But it's easier to mock your opponents than it is to address their arguments. Hence Cook's "Flat Earth-ers" and Brownstein's dismissive "keening."

A Coalition of the Opposing

As for the politics, the "keening" crosses political and generational lines.  Fifty-six percent of Republicans in all age groups opposed it in a recent poll, as did 67 percent of Democrats. Eighty-seven percent of voters over the age of 50 opposed it.

You may say that these voters don't matter. What about the "coalition of the ascendant"? Overwhelming majorities of Generation X and Generation Y voters oppose it too, according to a poll conducted last September.

The Young Lose Out

They should oppose it. The chained CPI will hurt them more than it would hurt their elders. It will raise taxes throughout much of their working lives, a fate older Americans have escaped. And its benefit cuts will affect them as deeply as they affect seniors who are on Social Security today -- even more, in fact, since most of today's seniors have had one or more COLA increases at today's higher (but still insufficient) rates.

The "Divide" strategy only makes sense if you assume that millenials don't care about other people, including their parents and grandparents -- and aren't very intelligent.

Brownstein and Cook apparently haven't realized that, when it comes to Social Security, there is no division between"old" and "young." There's only "old" and "not yet old."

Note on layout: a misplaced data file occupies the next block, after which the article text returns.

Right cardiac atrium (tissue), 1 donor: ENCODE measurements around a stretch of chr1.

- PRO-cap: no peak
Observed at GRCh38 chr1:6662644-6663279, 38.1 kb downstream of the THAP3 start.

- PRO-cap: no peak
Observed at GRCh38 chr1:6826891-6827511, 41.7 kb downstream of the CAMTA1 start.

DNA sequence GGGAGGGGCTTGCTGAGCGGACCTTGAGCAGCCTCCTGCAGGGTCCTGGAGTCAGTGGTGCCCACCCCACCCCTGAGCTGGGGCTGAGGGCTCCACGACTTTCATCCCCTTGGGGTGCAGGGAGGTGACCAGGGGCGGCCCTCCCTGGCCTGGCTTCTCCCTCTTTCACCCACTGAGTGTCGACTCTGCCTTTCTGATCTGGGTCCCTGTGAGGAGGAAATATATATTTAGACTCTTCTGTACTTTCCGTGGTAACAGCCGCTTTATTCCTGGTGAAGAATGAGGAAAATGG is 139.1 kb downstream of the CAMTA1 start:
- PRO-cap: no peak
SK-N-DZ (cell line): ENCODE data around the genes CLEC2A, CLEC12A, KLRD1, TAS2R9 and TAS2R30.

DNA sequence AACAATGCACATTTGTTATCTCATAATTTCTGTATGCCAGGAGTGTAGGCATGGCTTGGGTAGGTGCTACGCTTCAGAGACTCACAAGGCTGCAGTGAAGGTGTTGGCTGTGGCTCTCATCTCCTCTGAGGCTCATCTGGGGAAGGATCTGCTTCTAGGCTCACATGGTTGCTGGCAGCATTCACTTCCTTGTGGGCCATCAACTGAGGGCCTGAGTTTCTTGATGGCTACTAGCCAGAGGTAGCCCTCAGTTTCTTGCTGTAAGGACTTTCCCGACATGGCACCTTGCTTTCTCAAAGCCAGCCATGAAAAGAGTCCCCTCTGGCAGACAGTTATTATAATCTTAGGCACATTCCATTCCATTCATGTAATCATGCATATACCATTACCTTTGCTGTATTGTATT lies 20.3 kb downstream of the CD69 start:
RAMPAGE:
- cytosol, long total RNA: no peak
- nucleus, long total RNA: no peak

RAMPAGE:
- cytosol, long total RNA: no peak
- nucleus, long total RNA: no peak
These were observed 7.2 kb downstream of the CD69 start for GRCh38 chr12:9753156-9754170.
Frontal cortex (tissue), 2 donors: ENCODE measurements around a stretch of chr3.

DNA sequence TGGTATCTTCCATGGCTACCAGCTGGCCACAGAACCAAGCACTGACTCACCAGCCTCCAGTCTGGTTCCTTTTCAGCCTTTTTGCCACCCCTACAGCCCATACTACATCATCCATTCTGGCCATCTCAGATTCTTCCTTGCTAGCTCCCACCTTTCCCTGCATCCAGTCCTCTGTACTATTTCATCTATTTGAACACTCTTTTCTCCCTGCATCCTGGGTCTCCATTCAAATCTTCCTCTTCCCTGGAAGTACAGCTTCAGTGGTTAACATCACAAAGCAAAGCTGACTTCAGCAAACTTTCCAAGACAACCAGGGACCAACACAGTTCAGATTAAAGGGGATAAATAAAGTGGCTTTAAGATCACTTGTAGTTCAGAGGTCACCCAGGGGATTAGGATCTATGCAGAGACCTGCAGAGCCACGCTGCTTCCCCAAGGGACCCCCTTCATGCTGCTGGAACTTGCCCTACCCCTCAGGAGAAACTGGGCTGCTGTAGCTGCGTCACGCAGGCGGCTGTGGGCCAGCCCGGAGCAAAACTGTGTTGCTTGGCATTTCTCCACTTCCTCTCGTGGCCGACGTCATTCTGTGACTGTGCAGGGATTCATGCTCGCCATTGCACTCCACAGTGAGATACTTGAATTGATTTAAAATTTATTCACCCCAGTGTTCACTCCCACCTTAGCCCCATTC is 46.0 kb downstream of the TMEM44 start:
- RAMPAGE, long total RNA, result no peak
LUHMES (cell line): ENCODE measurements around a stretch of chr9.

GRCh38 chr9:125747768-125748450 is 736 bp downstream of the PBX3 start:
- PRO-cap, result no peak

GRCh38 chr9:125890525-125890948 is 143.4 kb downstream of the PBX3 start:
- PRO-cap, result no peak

One Economy, Not Many

Brownstein and Cook also misread the economic implications of the chained CPI. A national economy is an integrated whole. Seniors with less money spend less on goods and services. The national economy would lose more than $100 billion in government spending under the chained-CPI over the next 10 years. And seniors, who overwhelmingly rely on Social Security as all or most of their income, spend that money much more readily than higher-income groups do.

That gives Social Security expenditures a higher "multiplier effect" than high-income tax breaks, and this lost growth will hurt job and wage growth -- two areas that have hit young voters, minorities, and other members of the Democratic base especially hard.

Medicare and Medicaid are our government's most critical cost problem. But fixing it requires more than a band-aid approach. It means restraining the for-profit corporations who increasingly dominate our health economy, driving our costs far in excess of other developed countries while providing a lower level of service.

Lifeboat America

We are a prosperous nation, but we haven't been managing our wealth very well. We've allowed a powerful few to hijack our dollars -- our health dollars, our banking dollars, our productivity dollars -- to a level that's unprecedented in modern history. That's the fundamental problem we must face.

The "Divide and Lose" strategy advances another vision of our country. It's the vision of a nation as a leaky lifeboat on an open sea, with food and water running out and no land in sight. The "Divide and Lose" vision tells us that it's time to start deciding who gets thrown overboard.

Brownstein and Cook have volunteered to heave Grandma and Grandpa into the briny deep. Stop keening, old-timers!

Divide and Lose

But that's the wrong analogy for our economy, and it's the wrong ethical framework for this debate. The deepest flaw in the Brownstein/Cook argument isn't in the polling data or the economic models.

The deepest flaw is a moral one. To back this strategy is to propose that we become a nation of brutally competing interests which must fight each other to the death without ever addressing our fundamental problems of inequality.

We have never been a nation that abandons its elderly or its disabled in a time of need. Let's not become one now. If the Democrats adopt this strategy, we will become increasingly divided. And everyone will lose -- including the politicians who lead the Democratic Party.